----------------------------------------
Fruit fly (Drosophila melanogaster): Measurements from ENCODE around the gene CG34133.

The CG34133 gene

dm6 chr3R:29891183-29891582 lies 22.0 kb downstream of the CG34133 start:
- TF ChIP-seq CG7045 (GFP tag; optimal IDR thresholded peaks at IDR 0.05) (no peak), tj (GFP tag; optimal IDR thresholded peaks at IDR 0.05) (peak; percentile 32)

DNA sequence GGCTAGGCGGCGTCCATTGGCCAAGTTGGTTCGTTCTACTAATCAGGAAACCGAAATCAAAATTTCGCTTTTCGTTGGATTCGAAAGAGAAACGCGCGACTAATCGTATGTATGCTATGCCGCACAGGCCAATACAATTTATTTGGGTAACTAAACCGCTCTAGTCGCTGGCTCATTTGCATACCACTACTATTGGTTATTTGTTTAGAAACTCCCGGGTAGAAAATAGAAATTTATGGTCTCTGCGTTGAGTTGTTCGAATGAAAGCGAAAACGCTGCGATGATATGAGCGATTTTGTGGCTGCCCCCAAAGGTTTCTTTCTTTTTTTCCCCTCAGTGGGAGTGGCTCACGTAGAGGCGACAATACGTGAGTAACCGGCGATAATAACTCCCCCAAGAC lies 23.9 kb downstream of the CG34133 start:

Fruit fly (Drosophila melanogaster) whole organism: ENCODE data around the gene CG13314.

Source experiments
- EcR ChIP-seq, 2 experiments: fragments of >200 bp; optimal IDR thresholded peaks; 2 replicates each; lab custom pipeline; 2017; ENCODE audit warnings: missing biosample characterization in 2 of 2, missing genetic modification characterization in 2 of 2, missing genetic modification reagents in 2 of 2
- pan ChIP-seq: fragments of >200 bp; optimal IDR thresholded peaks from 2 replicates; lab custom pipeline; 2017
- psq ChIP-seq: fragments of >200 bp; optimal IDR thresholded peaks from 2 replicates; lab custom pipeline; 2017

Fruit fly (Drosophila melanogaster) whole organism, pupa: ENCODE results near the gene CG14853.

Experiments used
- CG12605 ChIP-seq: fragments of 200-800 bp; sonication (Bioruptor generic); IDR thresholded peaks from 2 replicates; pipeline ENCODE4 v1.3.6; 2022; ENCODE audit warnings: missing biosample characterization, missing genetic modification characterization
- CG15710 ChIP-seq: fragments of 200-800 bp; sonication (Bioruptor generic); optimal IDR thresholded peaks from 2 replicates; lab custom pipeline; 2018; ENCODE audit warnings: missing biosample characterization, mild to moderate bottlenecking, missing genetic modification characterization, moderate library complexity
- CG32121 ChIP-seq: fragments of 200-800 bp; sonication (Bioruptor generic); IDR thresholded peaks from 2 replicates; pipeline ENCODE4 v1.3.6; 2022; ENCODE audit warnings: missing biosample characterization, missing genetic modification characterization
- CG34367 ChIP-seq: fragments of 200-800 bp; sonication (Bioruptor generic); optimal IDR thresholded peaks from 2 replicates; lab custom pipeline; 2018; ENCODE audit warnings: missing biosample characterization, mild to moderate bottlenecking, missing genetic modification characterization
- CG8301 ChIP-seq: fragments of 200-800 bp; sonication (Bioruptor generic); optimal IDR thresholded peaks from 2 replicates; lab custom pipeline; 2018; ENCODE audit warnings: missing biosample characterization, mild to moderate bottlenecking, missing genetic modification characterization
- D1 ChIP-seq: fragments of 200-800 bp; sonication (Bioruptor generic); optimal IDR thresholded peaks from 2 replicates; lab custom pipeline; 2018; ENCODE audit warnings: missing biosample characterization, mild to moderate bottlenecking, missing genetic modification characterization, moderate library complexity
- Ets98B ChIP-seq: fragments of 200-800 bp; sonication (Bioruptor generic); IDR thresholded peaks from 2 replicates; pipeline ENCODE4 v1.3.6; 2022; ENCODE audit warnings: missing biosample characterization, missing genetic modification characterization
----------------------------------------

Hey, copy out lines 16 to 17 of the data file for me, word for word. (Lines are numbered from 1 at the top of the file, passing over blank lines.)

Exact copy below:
- CG34367 ChIP-seq: fragments of 200-800 bp; sonication (Bioruptor generic); optimal IDR thresholded peaks from 2 replicates; lab custom pipeline; 2018; ENCODE audit warnings: missing biosample characterization, mild to moderate bottlenecking, missing genetic modification characterization
- CG8301 ChIP-seq: fragments of 200-800 bp; sonication (Bioruptor generic); optimal IDR thresholded peaks from 2 replicates; lab custom pipeline; 2018; ENCODE audit warnings: missing biosample characterization, mild to moderate bottlenecking, missing genetic modification characterization